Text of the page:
Tuesday, January 6, 2009

A Mild Wrist Slap for Pharma in India

Last month, before coming to India (where I am now) I wrote about the drug marketing scene. The posting gave a link to an article in the Times of India that suggested to me that the Indian media were on the trail of the Pharma-Medicine story that is currently exploding in the U.S.

In Delhi I met with Rema Nagarajan, the reporter who wrote the Times of India story. Rema is well-informed about developments in the U.S., such as medical schools banning all gifts to medical students, house officers and faculty. Yesterday she had a followup article in the Times of India that suggests that the exposure of excessive pharmaceutical company influence over medical practice is heating up in India. India does not have the same level of consumer advocacy and consumer protection that has been developed in the U.S., but India is on its way in that direction.

Here are excerpts from Rema Nagarajan's article:
If you thought the government would crack the whip on pharmaceutical companies offering freebies to doctors for prescribing their products, think again. The department of pharmaceuticals has indeed taken note of the dubious practices reported by TOI on December 15, but in a surprisingly mild, almost apologetic tone.

Joint secretary Devendra Chaudhury wrote to the various associations of drug manufacturers on December 18 citing the TOI report, but the letter suggests he would be "grateful" if the associations acted on suggestions made by the department.

...The mild tone is despite the fact that the December 18 letter admits: "The allegations cannot be in any way treated as ethical and something that could be endorsed by society in general. This also puts the pharma industry in a bad light since the enhanced promotional expenditure of the pharmaceutical companies result in enhanced market price of the drugs, which has to be borne by the consumer."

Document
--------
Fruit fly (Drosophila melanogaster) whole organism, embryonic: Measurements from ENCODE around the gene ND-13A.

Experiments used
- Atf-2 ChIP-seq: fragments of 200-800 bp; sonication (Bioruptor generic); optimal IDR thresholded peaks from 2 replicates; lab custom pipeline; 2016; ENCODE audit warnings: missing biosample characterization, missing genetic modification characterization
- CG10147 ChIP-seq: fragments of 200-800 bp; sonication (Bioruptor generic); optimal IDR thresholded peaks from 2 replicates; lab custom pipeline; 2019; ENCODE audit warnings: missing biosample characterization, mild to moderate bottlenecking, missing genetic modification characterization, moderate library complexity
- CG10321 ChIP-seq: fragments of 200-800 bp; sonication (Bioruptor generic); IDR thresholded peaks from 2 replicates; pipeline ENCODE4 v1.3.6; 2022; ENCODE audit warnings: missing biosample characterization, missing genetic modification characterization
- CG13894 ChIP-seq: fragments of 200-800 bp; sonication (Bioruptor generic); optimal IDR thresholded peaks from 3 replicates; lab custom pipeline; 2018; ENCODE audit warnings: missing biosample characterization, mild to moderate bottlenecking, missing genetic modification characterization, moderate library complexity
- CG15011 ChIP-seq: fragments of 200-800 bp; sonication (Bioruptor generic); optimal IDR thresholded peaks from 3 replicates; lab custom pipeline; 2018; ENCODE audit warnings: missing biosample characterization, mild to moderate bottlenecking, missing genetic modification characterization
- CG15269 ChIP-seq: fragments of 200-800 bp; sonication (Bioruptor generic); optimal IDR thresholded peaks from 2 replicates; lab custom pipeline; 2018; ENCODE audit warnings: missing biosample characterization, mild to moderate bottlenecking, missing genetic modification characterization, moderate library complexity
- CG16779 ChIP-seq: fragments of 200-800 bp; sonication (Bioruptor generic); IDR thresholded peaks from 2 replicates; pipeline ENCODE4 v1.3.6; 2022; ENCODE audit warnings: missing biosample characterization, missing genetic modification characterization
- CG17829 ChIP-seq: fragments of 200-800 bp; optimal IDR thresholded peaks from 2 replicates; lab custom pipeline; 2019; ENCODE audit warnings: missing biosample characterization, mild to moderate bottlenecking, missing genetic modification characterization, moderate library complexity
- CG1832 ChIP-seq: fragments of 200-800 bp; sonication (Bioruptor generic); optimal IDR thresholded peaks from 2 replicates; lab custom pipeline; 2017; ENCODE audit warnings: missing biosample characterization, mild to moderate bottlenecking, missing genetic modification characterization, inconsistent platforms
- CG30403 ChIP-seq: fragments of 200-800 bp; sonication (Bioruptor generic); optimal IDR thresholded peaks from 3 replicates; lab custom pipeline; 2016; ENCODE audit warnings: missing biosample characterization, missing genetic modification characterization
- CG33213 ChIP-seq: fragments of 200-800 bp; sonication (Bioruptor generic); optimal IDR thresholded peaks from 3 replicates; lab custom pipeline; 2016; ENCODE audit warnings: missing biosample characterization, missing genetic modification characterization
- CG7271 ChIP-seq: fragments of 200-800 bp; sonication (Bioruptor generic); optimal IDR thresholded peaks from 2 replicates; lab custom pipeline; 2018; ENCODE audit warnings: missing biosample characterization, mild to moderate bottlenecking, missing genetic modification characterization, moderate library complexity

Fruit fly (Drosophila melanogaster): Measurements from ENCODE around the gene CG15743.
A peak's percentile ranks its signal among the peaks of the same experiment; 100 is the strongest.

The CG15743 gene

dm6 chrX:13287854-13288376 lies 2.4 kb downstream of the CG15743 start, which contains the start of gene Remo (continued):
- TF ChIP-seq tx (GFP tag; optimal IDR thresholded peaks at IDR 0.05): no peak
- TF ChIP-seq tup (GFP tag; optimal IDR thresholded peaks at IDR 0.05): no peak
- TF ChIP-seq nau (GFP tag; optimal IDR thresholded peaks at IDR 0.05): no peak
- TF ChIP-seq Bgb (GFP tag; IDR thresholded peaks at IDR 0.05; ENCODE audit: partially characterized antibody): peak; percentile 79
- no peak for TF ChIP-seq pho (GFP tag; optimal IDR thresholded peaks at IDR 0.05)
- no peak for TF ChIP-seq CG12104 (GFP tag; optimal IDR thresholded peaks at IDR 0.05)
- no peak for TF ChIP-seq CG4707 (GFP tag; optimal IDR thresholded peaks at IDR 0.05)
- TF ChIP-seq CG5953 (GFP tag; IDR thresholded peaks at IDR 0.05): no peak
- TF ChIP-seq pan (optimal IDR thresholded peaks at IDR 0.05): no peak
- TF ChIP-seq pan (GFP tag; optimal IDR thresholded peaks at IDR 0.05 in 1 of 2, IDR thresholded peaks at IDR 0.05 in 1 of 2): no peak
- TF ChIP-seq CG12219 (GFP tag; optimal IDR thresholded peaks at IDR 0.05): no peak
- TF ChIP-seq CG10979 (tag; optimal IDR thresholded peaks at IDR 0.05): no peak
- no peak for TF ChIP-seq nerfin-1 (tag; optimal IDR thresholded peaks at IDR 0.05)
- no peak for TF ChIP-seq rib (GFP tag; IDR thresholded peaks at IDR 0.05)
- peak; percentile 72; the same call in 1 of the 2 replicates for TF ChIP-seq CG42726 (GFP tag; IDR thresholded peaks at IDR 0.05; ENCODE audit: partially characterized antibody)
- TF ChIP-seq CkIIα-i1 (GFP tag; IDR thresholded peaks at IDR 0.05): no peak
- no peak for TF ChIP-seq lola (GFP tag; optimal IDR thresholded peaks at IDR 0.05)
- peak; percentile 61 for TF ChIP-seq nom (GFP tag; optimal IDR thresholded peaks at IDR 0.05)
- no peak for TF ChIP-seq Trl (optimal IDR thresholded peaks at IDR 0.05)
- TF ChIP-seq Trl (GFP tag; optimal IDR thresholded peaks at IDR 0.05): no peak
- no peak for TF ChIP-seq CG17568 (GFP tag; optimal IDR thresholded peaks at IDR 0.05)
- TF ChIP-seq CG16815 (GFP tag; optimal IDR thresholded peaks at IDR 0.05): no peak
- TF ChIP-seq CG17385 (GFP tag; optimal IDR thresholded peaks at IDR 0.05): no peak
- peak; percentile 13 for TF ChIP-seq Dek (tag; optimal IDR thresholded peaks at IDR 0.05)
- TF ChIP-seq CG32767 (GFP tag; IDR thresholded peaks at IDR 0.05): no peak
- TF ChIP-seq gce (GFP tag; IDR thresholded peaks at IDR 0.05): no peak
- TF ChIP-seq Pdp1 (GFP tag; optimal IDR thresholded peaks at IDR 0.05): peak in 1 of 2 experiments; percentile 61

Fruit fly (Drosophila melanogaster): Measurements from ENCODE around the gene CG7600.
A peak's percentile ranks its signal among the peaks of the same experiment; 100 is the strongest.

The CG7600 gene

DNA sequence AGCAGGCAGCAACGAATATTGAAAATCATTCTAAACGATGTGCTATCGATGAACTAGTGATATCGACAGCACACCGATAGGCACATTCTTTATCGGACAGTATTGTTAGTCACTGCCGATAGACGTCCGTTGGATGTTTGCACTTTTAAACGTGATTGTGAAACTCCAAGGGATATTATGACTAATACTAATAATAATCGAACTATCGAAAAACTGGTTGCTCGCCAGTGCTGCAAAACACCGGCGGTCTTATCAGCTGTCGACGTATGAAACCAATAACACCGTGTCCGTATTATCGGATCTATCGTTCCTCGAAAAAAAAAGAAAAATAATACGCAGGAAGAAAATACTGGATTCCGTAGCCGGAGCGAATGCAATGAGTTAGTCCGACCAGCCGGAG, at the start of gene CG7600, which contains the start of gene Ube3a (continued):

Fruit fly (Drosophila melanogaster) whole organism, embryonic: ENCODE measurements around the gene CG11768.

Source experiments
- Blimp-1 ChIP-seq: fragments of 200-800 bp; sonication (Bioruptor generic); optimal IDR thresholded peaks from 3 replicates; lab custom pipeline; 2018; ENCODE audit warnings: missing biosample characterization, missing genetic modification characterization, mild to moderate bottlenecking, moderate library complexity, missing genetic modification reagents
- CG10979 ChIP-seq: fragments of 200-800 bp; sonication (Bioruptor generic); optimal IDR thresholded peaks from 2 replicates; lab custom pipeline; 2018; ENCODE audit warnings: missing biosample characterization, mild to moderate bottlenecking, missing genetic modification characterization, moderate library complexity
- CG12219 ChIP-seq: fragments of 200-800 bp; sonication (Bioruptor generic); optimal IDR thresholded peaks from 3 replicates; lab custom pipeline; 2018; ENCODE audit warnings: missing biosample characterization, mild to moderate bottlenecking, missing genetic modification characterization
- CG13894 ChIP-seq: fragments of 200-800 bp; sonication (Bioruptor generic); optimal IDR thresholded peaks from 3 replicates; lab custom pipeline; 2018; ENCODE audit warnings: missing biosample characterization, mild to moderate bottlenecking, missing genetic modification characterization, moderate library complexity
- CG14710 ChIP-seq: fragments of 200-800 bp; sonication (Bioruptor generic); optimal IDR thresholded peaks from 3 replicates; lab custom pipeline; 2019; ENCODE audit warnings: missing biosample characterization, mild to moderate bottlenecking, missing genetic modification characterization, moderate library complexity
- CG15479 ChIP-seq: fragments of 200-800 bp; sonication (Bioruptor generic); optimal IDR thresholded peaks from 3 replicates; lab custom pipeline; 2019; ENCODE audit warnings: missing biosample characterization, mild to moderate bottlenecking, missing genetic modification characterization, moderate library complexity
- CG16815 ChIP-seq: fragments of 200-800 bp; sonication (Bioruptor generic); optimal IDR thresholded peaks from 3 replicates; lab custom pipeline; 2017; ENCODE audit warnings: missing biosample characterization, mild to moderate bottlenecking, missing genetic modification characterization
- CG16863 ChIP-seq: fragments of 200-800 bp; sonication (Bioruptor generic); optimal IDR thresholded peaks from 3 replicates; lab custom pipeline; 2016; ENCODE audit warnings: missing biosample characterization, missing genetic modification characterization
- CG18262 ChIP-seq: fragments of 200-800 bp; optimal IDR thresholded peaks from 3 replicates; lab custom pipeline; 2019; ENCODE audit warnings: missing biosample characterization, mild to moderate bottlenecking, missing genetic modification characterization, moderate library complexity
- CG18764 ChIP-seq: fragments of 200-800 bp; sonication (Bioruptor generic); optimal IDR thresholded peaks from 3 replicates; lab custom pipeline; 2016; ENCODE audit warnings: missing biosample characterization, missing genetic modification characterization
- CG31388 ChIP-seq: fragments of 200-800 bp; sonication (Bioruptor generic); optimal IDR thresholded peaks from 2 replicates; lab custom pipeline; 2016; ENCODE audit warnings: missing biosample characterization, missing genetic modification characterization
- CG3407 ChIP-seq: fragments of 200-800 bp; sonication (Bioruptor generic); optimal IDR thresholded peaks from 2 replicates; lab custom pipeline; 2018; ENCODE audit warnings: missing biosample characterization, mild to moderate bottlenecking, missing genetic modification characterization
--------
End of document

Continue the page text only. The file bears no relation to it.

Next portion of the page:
Yet, it says the department would be "grateful if you (pharma associations) could kindly take action" on its suggestions and also take steps to "prevent such perception in the mind of the public and other bodies to obviate misuse of promotional expenditure" and to kindly "prevent allegations as well as media reports on this subject as have appeared".

The joint secretary says in the letter that "the matter being extremely sensitive and of great public importance I am constrained to write to you". With such a mild and apologetic tone from the government it is anyone's guess whether the pharma industry would feel the need to take any action.

Both the Organisation of Pharmaceutical Associations of India (OPPI) and the Indian Drug Manufacturers Association (IDMA) had released their own codes of conduct at the beginning of 2007. However, there is no single code applicable to all drug manufacturers, a fact that the letter points out. But again, this is followed up by a gentle nudge: "You may like to consider having such a code for your members"...
Establishing an ethical balance between medicine and commercialism in India will not be easy. Two very strong forces push against efforts to spotlight the problems and suggest solutions. Fist, there is tremendous trust in physicians, beyond what the profession deserves. (Rema quoted a Hindi saying in our discussion - "A doctor is like a God come down to earth.") Second, Pharma is a substantial component of the national thrust for rapid economic development. Successful enterprises aren't totally untouchable, but they are harder to tame than comparable enterprises in the U.S.

Preaching doesn't create an ethical health system. Public understanding of what constitutes good health system ethics and public demand for accountable performance are required. The media and political leaders are key "educators" for the public. I'll try to glean more about the societal learning process in India while I'm here.

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